Postcard from Killarney

Last week I spent four whirlwind days in Killarney, and my experience there only scraped the surface of what the area has to offer.

It was my first time properly exploring Ireland outside of Dublin. Most of my time there was spent in workshops and speaker sessions for the conference I was attending, so before I left I was already planning a trip back to explore the area properly.


So much of what made Killarney so magical was hard to convey in a simple photograph.

It was the sound of feet thumping in time to the fiddle, the click-clacking of the ponies. It was the army officer turned opera singer who serenaded me to the tune of Rose of Tralee at three in the morning, and the carriage driver recalling how his granddad taught him to ride a horse in the same field we were trotting through.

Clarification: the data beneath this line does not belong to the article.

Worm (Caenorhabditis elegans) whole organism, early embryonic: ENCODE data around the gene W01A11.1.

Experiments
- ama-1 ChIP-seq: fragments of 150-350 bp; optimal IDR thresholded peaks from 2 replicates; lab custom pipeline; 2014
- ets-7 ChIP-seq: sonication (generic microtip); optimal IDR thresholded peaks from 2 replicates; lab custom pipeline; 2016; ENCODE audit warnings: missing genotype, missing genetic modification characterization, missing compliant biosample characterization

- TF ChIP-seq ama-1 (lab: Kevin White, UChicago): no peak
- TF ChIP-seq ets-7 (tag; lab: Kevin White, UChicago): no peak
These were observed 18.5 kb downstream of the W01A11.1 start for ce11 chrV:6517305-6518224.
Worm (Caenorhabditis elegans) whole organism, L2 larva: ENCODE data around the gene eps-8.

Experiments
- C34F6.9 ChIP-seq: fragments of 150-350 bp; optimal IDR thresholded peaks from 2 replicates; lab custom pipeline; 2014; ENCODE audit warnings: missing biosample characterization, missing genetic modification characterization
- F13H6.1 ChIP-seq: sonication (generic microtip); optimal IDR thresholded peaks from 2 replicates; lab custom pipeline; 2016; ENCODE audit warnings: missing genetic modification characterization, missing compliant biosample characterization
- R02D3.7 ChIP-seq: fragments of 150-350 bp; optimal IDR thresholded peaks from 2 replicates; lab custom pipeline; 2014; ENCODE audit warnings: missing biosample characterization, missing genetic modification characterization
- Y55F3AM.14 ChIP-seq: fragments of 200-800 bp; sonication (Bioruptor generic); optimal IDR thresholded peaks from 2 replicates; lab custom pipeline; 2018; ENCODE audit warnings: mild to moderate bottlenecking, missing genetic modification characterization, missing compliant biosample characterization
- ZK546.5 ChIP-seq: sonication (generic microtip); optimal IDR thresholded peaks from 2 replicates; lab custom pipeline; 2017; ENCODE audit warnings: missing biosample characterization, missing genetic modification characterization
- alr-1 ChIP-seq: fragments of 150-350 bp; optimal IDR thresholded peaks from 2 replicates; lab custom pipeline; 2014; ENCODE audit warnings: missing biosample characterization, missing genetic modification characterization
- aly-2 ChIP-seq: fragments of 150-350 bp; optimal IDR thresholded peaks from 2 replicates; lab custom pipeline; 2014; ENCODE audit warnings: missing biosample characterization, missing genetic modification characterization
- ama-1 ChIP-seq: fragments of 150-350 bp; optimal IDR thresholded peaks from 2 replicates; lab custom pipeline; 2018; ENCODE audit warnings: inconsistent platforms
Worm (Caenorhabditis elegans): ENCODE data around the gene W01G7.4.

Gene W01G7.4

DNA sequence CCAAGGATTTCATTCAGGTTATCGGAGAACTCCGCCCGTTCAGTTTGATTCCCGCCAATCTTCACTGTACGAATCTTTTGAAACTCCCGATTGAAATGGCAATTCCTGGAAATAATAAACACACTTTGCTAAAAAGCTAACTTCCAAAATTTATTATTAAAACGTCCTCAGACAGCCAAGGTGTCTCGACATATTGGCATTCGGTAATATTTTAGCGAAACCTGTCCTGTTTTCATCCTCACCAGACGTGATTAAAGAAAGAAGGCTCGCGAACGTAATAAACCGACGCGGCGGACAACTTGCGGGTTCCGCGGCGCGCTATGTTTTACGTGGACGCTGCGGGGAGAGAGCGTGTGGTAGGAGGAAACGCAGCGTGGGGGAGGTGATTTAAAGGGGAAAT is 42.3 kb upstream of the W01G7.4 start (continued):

It was the charm, the stories, and the craic.

And, of course, some of the magic was the food.

It was a slice of brown bread smothered in Kerry butter that’s dunked into a hearty seafood chowder alongside a dram of honey-sweet whisky (a luxury I treated myself to once a day). It was venison and steamed mussels and ice cream made from distilled Irish rain. It was white pudding and hot tea on a slow, drizzly morning.

A lot of what made Killarney so magical, though, was insanely photographable.

It was its relentless photogenic quirks – fog rolling over distant mountain tops, manicured gardens beside stately homes, and sunshine streaming through just-turned amber leaves.

I’m still wrapping my head around it all (and catching up on some much needed sleep after experiencing four whisky-filled nights of Irish hospitality in a row), but I was too excited while editing my photos not to share a few straight away.


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